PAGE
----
[Canniseur: The cannabis industry needs more research. Lots more research. All the research of cannabis over the past 10 years is elementrary. The elementary research needs to be built upon with more complex avenues of research. More research won’t happen until the Federal government changes its policies about cannabis and removes it from Category 1. Not even opiates (except heroin) are Category 1. This is during an epidemic of opiate overdose deaths. The only way there will be more research and pertinent research is to get the government to reschedule cannabis.]
The head of the top federal medical research agency said in a new interview that marijuana’s status as a Schedule I drug inhibits studies into the plant and prevents scientists from researching the effects of cannabis that consumers are obtaining from state-legal dispensaries in a growing number of states.
Francis Collins, director of the National Institutes of Health (NIH), discussed the limitations imposed by the federal drug scheduling system during an appearance on C-SPAN’s Newsmakers that aired last week, saying that while he shares concerns about the potential health implications of smoking marijuana, research into the risks and benefits of cannabis is being impeded by current policy.
“Frankly, we know far too little about the benefits and risks of smoked marijuana,” Collins said. “There have been very few studies that have actually rigorously tested that.”
The director said scientists are in a “funny place” in the U.S. when it comes to cannabis, noting that in order to use federal funds to research the plant and its compounds, the products must come from a single source: a government-authorized farm at the University of Mississippi that cultivates marijuana that’s been widely criticized for lacking the properties associated with cannabis that’s commercially available in state markets.
“People don’t realize that I run a farm in Mississippi that grows marijuana because I’m required to do so,” Collins said, referring to the facility that’s licensed by the National Institute on Drug Abuse (NIDA), which is part of NIH. “But that’s the only source that investigators can use, and it may be rather different than what you could get in one of the states where marijuana is now approved in terms of its constituents.”
“It’s going to be very hard to interpret data about smoked marijuana when the actual nature of the product is vastly different depending on where you got it” with respect to properties like THC and CBD content, he said.
“We’d really like to have studies where you’re studying those compounds in pure form so you can see what they’re doing,” he said. “But again because of various limitations of Schedule I limits, we are not able to do as much as we would like.”
Another “big deterrent” to research is the extensive series of hurdles that scientists must overcome to receive approval to study marijuana, Collins said. Researchers must be cleared by the Drug Enforcement Administration (DEA) and also submit an investigational new drug application to the Food and Drug Administration in order to conduct cannabis-involved clinical studies on humans.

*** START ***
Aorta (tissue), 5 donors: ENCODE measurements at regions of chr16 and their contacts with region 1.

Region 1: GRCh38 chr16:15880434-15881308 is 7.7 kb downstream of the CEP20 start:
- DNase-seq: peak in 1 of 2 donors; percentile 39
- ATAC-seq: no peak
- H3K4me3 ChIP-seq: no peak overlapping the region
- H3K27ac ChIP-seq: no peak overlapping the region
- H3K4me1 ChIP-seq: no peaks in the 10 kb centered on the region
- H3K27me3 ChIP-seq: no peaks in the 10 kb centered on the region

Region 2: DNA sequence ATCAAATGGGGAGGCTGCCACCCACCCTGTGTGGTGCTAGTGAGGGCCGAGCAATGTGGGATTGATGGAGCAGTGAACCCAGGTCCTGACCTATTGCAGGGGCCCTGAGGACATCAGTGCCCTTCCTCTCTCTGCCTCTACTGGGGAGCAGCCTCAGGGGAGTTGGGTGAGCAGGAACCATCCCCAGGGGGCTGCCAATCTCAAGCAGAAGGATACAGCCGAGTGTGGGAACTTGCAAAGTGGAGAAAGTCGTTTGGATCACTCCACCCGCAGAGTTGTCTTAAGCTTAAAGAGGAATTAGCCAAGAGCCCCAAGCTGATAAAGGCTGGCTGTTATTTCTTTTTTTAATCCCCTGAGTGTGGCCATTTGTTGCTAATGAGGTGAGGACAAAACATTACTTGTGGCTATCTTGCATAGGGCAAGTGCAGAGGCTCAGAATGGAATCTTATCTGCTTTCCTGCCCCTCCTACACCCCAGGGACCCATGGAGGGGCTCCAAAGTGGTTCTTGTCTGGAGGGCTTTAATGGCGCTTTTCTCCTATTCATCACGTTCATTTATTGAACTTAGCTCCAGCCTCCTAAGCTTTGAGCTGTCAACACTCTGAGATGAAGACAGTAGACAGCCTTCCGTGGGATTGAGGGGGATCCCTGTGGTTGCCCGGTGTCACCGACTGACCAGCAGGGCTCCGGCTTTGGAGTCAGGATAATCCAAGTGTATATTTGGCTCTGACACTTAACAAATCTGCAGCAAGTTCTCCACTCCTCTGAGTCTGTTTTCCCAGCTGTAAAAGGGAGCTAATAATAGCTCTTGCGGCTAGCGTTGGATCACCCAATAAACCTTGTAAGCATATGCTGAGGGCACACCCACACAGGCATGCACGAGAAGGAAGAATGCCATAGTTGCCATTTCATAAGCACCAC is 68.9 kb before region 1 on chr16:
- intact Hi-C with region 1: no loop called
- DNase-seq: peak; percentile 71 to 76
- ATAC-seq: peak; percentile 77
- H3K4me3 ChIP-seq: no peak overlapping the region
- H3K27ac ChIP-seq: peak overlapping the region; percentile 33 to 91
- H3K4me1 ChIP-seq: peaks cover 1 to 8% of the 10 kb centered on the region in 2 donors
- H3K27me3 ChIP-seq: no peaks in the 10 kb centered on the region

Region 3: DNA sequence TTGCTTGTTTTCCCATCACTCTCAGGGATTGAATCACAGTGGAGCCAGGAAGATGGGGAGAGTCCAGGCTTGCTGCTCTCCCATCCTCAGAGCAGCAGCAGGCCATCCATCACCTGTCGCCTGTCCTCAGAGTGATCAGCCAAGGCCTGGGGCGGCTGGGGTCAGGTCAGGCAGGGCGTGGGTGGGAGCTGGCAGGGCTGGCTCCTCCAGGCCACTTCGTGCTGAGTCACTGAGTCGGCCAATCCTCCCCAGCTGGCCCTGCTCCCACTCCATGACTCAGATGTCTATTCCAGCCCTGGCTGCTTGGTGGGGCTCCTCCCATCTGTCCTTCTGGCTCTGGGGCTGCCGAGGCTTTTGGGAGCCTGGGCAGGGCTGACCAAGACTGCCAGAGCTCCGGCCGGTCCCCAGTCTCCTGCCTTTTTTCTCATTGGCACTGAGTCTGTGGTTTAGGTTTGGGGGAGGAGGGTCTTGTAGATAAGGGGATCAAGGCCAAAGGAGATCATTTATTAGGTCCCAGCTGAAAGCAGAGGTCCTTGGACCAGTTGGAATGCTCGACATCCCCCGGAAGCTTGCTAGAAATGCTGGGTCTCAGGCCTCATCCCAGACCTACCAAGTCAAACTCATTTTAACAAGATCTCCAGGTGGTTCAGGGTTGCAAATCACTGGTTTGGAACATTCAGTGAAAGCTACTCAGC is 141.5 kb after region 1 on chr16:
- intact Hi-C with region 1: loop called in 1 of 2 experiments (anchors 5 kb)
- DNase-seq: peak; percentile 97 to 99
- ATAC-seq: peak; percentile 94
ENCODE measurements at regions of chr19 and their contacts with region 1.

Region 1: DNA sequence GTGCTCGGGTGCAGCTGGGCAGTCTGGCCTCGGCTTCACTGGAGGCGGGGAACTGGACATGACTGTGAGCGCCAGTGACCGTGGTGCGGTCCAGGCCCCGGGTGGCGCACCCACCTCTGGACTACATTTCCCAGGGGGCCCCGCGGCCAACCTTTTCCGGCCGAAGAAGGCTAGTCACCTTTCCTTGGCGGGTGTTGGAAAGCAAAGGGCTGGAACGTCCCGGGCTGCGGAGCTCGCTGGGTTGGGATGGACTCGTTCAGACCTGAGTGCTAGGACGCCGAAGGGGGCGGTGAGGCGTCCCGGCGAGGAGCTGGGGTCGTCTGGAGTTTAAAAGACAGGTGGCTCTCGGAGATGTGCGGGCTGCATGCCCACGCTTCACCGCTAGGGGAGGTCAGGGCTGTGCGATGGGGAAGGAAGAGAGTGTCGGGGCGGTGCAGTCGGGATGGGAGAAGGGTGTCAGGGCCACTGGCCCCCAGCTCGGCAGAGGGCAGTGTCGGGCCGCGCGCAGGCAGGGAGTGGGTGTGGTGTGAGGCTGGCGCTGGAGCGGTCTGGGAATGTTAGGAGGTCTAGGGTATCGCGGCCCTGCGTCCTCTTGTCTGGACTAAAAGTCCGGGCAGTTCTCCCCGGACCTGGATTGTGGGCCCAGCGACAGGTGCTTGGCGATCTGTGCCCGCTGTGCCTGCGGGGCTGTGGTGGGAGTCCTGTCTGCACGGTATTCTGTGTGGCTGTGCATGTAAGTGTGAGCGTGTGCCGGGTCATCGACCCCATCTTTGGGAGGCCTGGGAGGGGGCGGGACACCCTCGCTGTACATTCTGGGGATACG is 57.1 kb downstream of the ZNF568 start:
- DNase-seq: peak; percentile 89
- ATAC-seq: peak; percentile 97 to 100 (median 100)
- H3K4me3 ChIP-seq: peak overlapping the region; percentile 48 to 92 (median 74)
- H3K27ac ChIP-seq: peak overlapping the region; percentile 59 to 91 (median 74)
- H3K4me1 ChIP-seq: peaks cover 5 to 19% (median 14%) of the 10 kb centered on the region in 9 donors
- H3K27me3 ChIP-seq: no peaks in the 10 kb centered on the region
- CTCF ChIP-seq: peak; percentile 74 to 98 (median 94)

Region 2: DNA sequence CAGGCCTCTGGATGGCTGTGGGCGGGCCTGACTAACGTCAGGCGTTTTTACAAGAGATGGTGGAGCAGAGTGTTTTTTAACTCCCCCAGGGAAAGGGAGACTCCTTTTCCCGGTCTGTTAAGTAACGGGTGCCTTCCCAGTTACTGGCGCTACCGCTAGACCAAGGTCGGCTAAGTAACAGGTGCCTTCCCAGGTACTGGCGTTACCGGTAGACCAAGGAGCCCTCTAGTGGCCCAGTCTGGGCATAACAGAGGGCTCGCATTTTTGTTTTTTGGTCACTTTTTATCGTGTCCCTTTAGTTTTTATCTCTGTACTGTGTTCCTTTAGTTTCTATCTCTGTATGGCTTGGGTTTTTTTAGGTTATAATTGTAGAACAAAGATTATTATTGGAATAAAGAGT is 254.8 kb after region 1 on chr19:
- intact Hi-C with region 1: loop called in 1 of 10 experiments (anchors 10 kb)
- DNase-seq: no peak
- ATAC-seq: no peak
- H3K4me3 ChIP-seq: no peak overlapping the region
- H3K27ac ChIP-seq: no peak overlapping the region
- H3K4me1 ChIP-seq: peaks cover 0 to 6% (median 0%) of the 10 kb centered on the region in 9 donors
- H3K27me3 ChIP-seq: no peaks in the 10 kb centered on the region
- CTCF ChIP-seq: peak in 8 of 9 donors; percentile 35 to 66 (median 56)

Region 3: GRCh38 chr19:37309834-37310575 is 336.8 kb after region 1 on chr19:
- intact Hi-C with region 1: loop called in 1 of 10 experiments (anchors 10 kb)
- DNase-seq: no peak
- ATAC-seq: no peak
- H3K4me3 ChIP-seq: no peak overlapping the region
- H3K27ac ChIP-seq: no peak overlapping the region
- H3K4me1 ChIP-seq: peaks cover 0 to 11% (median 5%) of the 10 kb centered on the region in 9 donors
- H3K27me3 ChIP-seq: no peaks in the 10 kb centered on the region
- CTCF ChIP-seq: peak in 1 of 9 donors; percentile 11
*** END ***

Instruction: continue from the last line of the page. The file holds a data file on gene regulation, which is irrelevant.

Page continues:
The discussion on C-SPAN about scientific limitations came in response to a question about whether the marijuana industry is exerting any influence over federally approved research initiatives. While NIH faced criticism in 2018 over its handling of a study into potential benefits of moderate alcohol consumption because alcohol interests were actively engaging in the study process, Collins said the scientific community is not experiencing that kind of influence from cannabis businesses.
“I would not say at the present time that industry is attempting really to influence a lot of what we’re doing in the marijuana area,” he said, adding that NIH is currently putting about $150 million into marijuana research projects.
Collins and several other federal health officials have previously acknowledged that the Schedule I status of cannabis represents a significant barrier to research.
NIDA Nora Volkow said last year that “the moment that a drug gets a Schedule I, which is done in order to protect the public so that they don’t get exposed to it, it makes research much harder.”
Anne Schuchat, principal deputy director of the Centers for Disease Control and Prevention, also said that cannabis’s federal scheduling status has presented “some challenges,” which have undermined the agency’s efforts to effectively test vaping products that contain THC amid an outbreak of lung injuries.
A bipartisan coalition of lawmakers is trying to address the research problem concerning the lack of diverse cannabis products available to scientists. In a letter sent last month, 21 members of Congress urged DEA to let researchers obtain marijuana from state-legal dispensaries to more accurately assess the impact of products that consumers are using.
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